CABINET Benjamin Vanmuysen

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Pedestrian View
Pedestrian View
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Pedestrian View
Pedestrian View
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Site Plan
Site Plan
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Ground Floor Plan
Ground Floor Plan
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Floor Plan Level -1
Floor Plan Level -1
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Top View Model
Top View 1/8"=1'-0" Model
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Section Model
Section 1/4"=1'-0" Model
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Interior View
Interior View
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Courtyard View
Courtyard View
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Bird's-eye View
Bird's-eye View
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Close-up Roof Structure
Close-up Roof Structure
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Concrete Texture
Concrete Texture
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Rauschenberg Gallery de Menil Campus, Houston Princeton University School of Architecture Instructors: Sharon Johnston, Mark Lee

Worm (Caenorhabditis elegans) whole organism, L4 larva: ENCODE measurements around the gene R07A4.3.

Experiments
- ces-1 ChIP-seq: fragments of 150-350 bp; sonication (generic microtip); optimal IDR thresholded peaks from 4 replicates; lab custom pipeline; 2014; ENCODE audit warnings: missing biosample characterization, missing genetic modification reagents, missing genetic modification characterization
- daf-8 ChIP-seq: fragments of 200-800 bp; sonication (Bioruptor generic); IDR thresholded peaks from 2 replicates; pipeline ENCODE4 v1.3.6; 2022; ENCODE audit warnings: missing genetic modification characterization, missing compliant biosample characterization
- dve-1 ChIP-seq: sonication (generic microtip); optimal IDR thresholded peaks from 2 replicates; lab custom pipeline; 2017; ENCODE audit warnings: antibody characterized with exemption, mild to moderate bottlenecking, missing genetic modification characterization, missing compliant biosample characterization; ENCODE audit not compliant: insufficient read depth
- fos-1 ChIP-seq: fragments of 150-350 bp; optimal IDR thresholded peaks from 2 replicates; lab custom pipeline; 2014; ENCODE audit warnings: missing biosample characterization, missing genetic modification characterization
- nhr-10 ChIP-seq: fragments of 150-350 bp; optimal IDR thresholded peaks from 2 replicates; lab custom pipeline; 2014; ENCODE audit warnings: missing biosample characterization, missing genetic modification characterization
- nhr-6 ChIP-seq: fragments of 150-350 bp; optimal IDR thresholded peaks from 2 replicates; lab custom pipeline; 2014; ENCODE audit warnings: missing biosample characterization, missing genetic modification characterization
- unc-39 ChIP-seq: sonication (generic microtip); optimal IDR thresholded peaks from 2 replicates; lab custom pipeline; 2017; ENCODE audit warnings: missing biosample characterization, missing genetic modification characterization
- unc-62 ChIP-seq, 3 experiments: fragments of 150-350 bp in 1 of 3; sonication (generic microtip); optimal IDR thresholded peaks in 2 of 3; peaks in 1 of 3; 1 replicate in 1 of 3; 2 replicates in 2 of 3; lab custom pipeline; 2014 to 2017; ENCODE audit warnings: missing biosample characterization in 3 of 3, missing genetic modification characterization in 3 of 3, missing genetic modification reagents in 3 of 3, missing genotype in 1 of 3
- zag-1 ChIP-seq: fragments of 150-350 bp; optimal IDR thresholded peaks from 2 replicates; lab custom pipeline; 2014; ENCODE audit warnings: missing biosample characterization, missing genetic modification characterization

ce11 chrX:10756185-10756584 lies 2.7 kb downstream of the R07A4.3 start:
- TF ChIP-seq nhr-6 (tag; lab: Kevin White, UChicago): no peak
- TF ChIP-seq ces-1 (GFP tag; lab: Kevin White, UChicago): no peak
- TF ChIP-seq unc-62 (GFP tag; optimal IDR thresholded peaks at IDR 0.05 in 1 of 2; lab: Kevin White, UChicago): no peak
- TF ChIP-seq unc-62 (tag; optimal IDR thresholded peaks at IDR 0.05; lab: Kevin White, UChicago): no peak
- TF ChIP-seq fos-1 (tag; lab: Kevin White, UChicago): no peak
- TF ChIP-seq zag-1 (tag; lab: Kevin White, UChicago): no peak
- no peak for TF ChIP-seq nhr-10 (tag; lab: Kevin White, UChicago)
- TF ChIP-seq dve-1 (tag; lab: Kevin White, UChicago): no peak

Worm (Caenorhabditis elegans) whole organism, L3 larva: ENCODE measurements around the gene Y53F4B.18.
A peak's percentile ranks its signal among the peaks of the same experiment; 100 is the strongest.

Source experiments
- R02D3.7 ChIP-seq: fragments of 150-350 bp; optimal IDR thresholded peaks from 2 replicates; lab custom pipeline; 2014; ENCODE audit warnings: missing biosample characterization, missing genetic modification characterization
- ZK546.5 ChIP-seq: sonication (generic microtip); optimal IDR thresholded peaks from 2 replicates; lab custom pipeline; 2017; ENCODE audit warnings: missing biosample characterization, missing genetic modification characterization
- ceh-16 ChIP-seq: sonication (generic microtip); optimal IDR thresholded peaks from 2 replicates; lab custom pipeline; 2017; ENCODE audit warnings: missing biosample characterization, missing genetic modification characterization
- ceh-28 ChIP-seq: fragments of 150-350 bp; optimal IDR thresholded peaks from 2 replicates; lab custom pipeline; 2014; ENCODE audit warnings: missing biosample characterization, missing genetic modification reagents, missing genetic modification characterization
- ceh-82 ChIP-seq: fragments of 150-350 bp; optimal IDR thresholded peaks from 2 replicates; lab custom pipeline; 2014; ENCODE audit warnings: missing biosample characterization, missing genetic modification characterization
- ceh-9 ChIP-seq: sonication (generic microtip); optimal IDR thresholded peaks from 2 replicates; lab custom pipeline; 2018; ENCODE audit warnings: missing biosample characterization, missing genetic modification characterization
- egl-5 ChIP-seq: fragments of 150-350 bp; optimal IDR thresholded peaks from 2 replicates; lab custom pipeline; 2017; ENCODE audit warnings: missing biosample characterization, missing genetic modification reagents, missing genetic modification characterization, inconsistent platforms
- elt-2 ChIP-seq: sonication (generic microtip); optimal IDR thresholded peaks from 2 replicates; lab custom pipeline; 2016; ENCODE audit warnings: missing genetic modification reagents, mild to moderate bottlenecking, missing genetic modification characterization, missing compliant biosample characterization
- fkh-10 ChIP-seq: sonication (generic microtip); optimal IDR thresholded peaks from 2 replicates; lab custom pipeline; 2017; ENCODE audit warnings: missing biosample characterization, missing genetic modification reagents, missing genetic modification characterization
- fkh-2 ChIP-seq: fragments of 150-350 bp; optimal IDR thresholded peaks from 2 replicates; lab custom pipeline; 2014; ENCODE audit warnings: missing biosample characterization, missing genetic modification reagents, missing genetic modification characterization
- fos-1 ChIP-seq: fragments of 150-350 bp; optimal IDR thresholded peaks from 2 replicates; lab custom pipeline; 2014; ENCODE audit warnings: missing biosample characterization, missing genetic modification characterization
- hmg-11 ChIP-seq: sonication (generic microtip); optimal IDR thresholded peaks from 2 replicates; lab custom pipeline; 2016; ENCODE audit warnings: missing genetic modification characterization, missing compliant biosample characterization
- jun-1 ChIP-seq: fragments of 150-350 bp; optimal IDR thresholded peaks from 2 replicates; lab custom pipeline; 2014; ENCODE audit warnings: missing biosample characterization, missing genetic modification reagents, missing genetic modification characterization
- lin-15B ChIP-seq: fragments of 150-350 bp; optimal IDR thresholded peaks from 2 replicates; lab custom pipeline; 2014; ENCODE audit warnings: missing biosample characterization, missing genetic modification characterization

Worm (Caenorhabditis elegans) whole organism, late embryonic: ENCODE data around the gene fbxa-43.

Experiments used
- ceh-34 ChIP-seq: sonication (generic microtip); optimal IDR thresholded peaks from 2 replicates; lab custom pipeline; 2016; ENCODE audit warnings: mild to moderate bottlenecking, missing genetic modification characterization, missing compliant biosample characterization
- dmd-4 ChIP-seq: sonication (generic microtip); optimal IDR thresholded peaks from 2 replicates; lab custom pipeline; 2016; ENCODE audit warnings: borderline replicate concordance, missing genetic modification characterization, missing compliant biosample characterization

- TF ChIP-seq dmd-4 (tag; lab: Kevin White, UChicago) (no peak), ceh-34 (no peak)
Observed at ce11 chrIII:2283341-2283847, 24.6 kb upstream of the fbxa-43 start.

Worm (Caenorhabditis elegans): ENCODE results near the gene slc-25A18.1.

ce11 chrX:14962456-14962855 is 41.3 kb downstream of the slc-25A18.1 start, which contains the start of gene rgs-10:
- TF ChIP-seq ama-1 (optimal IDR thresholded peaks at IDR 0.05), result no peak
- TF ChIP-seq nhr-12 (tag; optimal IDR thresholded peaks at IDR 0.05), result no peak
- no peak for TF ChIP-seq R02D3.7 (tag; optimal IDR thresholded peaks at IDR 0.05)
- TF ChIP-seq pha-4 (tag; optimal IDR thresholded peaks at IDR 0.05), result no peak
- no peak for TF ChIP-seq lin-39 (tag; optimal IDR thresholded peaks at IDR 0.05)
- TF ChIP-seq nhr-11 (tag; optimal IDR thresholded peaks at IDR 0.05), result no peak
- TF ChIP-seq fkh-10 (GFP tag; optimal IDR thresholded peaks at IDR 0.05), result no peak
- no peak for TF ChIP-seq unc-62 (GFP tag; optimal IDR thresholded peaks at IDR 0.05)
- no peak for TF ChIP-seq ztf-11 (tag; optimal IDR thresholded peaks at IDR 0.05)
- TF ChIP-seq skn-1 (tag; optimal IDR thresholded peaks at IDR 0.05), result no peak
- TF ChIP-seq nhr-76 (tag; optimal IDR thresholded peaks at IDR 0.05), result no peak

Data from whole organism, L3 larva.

The de Menil archipelago in Houston, Texas, houses one of the largest private art collections in the United States. As part of their art campus expansion, this Spring 2016 studio proposes to add another artist-specific pavilion to their list of venues besides the Cy Twombly Gallery or Rothko Chapel. This new Rauschenberg gallery is desperate to belong to the existing conglomeration of museum islands and is subdivided into three self-similar components: two main galleries and a storage building. These three elements are trying to form a compound object and introduce a new museum typology to the archipelago. Moreover, the tripartite cluster is extending beyond its building site and entangling itself with the larger urban fabric in order to engage the two large open green areas, which are separated by Loretto Drive. Given the similarity of the volumes, they’re expressing their individuality through their three-dimensional orientation. The two main galleries, which are connected underground, appear to be sinking in Houston’s flat landscape. Besides being immersed in the landscape, these cumbersome objects are surrounded by corten steel craters that emphasize the impact the drowning monoliths have on their site. These craters form interstitial spaces between the landscape and gallery, which offer the opportunity to display Rauschenberg sculptures outdoors. The Rauschenberg gallery of the de Menil archipelago is living a twofold existence. Above grade level, it’s perceived as separate inert volumes scattered between the other museum pavilions, bungalows and upcoming residential developments. While underground, the pavilion is defined by a continuous sequence of spaces varying in scale and height. This double life establishes a mysterious entity within the larger archipelago, while respecting its serenity.